Outlook for September
A number of predictions of this year’s seasonal minimum (September) ice extent are displayed in Figure 5, and described below:
- The Sea Ice Prediction Network (SIPN) July Outlook report includes 31 predictions of mean September ice extent based on a variety of methods and from centres around the world. The predictions range from 3.08 to 5.9 million square km, with a median of 4.40 million square km. Only the lowest prediction would indicate a record low September extent (the current record is 3.6 million square km, in 2012).
- Statistical predictions based on an extrapolation of the linear trend for the entire satellite period from 1979-2018 (black), and most recent 15 years (red) suggest a mean September sea ice extent of 4.36 (±1.08) and 4.30 (± 1.08) million square km respectively.
- There is a reasonable correlation between mean September ice extent and the extent for 1st – 15th July (the most recent 15 days of data available at the time of writing). Applying simple statistical methods to the anomalies for these dates gives a prediction of September mean extent of 4.22 (± 0.78) million square km, indicated in blue on Figure 5.
Figure 5: September median Arctic sea ice extent since satellite records began in 1979 from the HadISST1.2 dataset (Rayner et al., 2003), with predictions from the SIPN Sea Ice Outlook and statistical predictions for September 2019. For the statistical predictions, error bars represent twice the standard deviation of September mean ice extent about the trend lines with respect to which the estimates are taken. The Sea Ice Outlook is shown as a boxplot indicating range, median and quartiles of the 33 predictions submitted. Values more than 1.5 interquartile ranges from the first and third quartiles are shown as outliers.
Although the SIPN predictions may appear at first sight to suggest that a new record low September extent is unlikely this year, there remains a high degree of uncertainty at this point of the melt season. Notably, the statistical prediction of September extent (4.22 million square km) is considerably lower than at the same point last year (4.96 million square km), and is only marginally above the second lowest September extent on record (4.20 million square km, recorded in 2007). This is due to the low ice extent of the past three weeks, information which was not available when the SIPN predictions were compiled. While the September minimum extent will be heavily dependent on the Arctic weather conditions over the rest of the summer, the chance of a record low is higher this year than it has been in the previous few years.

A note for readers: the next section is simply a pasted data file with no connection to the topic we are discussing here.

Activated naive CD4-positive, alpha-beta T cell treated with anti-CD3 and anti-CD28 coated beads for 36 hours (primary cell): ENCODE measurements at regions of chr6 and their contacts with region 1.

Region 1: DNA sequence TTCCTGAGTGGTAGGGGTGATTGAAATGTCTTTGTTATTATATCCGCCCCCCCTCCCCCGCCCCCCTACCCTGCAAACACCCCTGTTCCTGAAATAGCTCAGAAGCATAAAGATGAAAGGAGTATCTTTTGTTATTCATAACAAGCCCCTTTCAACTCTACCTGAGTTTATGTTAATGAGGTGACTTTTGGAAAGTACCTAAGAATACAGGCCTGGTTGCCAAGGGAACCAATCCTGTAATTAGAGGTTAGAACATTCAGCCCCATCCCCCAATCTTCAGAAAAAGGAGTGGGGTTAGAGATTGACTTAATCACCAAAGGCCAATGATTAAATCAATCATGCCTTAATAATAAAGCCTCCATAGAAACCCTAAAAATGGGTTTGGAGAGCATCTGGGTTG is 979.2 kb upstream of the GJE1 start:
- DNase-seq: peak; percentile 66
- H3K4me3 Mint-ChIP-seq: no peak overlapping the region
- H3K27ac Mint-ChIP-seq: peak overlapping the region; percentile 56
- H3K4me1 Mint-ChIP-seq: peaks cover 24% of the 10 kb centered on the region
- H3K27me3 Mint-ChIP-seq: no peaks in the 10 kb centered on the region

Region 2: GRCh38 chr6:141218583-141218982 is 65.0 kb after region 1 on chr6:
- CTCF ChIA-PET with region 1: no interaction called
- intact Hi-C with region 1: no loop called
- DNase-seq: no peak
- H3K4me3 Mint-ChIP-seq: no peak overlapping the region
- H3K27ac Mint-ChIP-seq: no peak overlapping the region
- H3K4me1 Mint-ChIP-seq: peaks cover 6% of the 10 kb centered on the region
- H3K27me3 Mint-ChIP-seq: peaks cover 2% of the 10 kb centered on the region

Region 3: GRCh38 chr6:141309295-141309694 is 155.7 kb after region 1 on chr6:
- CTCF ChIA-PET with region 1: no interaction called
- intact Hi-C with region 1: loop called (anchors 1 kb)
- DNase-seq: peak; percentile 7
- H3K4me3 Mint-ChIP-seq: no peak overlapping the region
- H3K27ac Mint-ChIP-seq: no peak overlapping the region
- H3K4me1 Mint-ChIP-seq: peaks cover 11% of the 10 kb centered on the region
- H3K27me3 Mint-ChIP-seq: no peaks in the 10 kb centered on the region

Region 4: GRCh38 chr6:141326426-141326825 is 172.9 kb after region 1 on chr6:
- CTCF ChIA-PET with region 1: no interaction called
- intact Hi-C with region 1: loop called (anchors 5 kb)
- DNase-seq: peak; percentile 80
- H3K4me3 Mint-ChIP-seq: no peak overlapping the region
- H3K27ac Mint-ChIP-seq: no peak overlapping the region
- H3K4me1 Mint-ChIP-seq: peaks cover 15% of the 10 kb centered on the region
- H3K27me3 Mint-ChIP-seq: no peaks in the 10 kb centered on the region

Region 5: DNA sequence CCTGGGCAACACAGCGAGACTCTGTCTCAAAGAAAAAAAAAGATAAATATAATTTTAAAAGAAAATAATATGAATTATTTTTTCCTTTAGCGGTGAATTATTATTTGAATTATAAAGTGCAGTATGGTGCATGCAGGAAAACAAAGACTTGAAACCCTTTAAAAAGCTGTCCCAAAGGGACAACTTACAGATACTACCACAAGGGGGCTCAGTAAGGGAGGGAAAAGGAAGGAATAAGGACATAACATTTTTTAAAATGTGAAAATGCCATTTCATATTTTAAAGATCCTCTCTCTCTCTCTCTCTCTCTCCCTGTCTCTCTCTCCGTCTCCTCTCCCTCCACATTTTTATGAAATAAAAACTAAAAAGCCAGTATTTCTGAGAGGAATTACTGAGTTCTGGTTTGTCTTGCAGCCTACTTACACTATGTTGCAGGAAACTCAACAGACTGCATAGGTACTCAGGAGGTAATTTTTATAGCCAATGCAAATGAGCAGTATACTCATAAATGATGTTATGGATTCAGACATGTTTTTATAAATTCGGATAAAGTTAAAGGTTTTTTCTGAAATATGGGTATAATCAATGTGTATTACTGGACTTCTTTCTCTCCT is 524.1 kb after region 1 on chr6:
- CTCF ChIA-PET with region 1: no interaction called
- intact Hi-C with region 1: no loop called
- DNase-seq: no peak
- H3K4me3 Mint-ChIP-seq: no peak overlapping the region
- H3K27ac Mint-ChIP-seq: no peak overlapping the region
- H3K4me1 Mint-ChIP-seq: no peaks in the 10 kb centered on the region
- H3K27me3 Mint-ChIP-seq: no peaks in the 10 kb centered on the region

Antarctic sea ice state
Antarctic sea ice extent on 15th July was 15.26 million square km (Figure 6). This is the second lowest value for this date on record, 0.67 million square km below the 1981-2010 average, and 0.25 million square km above the lowest value for this date, which occurred in 2017. Extent remained particularly low relative to average in the Indian Ocean sector, and in the region between the Ross Sea and the Bellingshausen Sea (Figure 7).
Figure 6: Daily Antarctic sea ice extent for 2019, compared with recent years and the 1981-2010 average, with ± 1 and 2 standard deviation intervals indicated by the shaded areas. Data are from NSIDC.
Figure 7: Antarctic sea ice extent on 15th July 2019, with 1981-2010 average extent indicated in orange, and regions referred to in the text labelled. Underlying map and data courtesy of NSIDC.
Rayner, N. A.; Parker, D. E.; Horton, E. B.; Folland, C. K.; Alexander, L. V.; Rowell, D. P.; Kent, E. C. and Kaplan, A.: Global analyses of sea surface temperature, sea ice, and night marine air temperature since the late nineteenth century. J. Geophys. Res. Vol. 108, No. D14, 4407 10.1029/2002JD002670, 2003.